THERE certainly appears to be a perception among the indigenous population, probably founded upon empiricism, that the peoples from the British Isles and the Republic of Ireland utilize their vacation time merely to relax, unwind and then revert to impropriety with scant regard to others.

Obviously, I can appreciate precisely where that sentiment emanates from, but nonetheless it remains a fallacy to attribute all to a caricatured stereotype.

Difficulties of attraction

Of the people I encounter there are a good number who wish to spend their time upon foreign shores to explore the culture, traditions, cuisine and, importantly to me, its history.

Definitely we now have a fine array of coffee shops sprinkled along Ataturk Bulvari and elsewhere, there have always been purveyors of excellent Turkish cuisine in Yenihisar and Mayor Deniz Atabay is fulfilling his promise of giving us more green areas to break the monotony of the endless sprawl of concrete blocks.

A history lesson

While, as you would expect of me, I shall allude to the Temple of Apollo and the educational benefits it could bring to tourists with a penchant for the Arts.

A recently opened café and bar, looking very plush with its antique style stonework and bright blue painted window shutters, has presented its customers with a décor influenced by the ‘Dadaist’ art movement of the early 20th century.

I am unquestionably impressed by the use of Modern Art forms. The ‘Dada’ group included such famous names as Marcel Duchamp, Man Ray and Francis Picabia and was characterized by the violent revolt against traditional values, as much was after the carnage of the First World War.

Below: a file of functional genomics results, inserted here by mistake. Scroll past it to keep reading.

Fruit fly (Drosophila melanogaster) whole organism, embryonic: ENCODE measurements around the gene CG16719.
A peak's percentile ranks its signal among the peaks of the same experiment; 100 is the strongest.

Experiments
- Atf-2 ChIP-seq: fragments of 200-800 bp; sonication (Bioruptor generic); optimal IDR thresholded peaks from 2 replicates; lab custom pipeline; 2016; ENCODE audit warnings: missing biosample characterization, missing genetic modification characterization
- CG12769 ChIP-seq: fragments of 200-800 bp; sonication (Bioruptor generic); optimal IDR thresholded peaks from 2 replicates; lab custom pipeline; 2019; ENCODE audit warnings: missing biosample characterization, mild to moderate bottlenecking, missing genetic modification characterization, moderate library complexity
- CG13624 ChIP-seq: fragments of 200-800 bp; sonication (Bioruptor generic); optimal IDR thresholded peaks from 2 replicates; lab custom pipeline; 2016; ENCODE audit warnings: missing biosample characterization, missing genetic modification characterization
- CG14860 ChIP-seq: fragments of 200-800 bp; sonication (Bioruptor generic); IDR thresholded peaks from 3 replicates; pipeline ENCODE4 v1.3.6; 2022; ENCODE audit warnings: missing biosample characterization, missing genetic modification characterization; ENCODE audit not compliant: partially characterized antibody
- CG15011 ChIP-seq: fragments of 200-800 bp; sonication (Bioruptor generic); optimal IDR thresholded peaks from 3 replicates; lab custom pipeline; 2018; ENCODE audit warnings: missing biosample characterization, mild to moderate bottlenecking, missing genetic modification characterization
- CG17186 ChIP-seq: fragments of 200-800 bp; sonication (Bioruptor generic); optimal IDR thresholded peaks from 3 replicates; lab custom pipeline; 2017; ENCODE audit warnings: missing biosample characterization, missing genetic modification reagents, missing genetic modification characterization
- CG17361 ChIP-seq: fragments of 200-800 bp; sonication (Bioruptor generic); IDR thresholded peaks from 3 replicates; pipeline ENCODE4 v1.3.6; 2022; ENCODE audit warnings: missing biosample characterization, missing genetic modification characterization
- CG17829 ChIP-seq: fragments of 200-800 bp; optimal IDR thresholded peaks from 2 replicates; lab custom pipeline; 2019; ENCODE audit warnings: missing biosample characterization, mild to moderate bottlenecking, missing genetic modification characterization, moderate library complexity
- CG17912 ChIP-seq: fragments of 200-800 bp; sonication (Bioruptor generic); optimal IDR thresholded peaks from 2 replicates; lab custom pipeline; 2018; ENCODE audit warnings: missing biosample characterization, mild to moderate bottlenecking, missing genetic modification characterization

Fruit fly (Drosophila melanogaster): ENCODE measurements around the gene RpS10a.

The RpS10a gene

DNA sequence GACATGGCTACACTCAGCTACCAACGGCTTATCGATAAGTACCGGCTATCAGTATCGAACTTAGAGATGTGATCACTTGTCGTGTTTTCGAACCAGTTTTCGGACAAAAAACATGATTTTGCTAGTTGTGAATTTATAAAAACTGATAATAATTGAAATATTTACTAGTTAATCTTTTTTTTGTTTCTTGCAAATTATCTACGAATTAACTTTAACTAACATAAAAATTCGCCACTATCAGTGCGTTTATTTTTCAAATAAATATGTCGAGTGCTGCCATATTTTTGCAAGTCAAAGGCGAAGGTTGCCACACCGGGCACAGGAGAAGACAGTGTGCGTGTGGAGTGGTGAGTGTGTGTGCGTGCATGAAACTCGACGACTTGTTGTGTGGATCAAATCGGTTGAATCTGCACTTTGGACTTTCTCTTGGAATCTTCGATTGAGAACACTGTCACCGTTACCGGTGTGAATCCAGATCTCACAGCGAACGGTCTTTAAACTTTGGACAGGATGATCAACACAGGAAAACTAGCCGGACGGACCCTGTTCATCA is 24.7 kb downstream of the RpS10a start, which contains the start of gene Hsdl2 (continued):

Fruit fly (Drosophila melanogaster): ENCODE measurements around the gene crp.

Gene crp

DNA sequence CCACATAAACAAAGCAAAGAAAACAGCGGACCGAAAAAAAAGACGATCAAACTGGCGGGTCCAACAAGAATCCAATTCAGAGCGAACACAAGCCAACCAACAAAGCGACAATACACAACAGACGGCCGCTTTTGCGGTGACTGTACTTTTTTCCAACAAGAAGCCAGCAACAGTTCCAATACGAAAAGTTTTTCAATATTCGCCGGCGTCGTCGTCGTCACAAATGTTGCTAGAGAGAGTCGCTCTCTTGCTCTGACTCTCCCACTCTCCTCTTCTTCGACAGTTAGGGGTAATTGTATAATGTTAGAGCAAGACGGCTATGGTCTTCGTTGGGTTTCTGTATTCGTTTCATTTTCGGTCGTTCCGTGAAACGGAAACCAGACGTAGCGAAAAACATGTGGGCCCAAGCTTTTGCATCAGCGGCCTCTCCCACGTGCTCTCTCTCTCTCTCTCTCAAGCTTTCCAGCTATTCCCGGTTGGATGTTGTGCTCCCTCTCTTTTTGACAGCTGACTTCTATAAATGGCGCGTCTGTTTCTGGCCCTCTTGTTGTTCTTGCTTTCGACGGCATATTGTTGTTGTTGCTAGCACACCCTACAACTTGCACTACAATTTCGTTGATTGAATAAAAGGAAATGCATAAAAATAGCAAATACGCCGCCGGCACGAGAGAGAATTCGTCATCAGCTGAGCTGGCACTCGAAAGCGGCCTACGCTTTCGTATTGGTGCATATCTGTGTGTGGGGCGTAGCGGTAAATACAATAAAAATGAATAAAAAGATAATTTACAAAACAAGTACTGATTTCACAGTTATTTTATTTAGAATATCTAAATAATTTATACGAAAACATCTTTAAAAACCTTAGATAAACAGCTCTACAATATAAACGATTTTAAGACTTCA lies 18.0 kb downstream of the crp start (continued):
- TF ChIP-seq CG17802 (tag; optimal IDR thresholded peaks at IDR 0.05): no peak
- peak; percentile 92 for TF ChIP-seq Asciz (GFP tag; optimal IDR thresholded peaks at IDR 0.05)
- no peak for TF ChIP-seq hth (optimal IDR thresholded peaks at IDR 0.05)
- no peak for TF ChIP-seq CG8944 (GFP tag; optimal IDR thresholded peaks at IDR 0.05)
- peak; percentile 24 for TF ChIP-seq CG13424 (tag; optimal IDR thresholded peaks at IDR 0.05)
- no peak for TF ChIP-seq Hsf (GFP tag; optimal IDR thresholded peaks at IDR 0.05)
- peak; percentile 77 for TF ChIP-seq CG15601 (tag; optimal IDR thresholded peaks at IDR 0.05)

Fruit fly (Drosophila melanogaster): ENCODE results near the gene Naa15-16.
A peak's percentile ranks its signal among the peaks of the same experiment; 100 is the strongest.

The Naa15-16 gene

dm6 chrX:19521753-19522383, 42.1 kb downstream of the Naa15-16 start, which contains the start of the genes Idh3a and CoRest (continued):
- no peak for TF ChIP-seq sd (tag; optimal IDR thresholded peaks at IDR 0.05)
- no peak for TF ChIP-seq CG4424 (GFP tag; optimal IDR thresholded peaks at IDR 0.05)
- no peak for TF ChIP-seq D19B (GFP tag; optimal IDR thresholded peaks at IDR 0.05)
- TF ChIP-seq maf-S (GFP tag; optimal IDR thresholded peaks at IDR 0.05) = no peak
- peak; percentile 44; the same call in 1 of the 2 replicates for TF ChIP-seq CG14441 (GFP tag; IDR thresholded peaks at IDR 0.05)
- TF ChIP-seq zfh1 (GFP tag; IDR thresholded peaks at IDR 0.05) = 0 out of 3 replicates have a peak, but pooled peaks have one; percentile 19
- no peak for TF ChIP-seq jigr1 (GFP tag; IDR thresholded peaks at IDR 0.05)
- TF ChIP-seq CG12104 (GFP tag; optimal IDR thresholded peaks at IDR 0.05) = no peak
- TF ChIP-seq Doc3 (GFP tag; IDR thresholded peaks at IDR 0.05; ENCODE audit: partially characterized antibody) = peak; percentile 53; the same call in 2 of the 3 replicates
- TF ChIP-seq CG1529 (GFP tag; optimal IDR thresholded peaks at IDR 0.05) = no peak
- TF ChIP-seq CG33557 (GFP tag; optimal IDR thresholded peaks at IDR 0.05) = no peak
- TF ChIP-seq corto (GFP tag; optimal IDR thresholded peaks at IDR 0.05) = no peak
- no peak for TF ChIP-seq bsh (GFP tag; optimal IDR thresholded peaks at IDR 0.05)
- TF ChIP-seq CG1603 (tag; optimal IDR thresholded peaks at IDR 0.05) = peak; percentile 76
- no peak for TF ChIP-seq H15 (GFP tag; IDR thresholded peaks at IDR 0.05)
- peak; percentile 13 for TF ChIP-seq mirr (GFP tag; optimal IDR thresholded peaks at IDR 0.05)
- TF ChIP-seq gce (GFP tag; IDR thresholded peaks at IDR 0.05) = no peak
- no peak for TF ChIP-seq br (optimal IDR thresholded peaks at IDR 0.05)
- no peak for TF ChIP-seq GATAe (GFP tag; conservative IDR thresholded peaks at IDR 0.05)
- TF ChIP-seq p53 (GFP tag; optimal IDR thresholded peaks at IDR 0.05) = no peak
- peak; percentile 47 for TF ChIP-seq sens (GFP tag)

The excellent and, for Didim, original décor also presented me with a visual metaphor, for Duchamp’s works included the famous ‘ready-mades’, everyday objects presented outside of their context and labelled ‘Art’; for example, the urinal displayed in a New York Museum entitled ‘Fountain’.

Well, we too have our ‘ready-mades’ directly below this newly refurbished building and the rest of the archaeological site, and out of context at this moment for they are underground.

One could not get more Dadaist than that, an artwork that one cannot see. Indeed, Duchamp professed that the ‘work of art’ is in the original thought, not its execution.

Of course, I am referring to the entire Greco-Roman settlement which remains hidden beneath the housing, business establishments and the closed road which is forever open; more Dada symbolism. Duchamp will be smiling in his grave!

A powerful immediate greed

While right on cue, the Mayor announced last week the Belediye’s plan to prepare “very good protection plans” to restore the Temple. Of course he means the Temple area, not Apollo’s sanctuary itself; he does not have the jurisdiction to do that.

Neither should Didim Belediye have the moral jurisdiction to transform an extremely important archaeological site into a commercial area for exploiting the less discerning tourists who visit our town.

Opening the gates to the Sacred Way would be far more profitable than opening little trinket shops.

Clear the entire site to allow the archaeologists to reveal the splendours beneath the surface, then you will see people from all over the world flocking here season after season.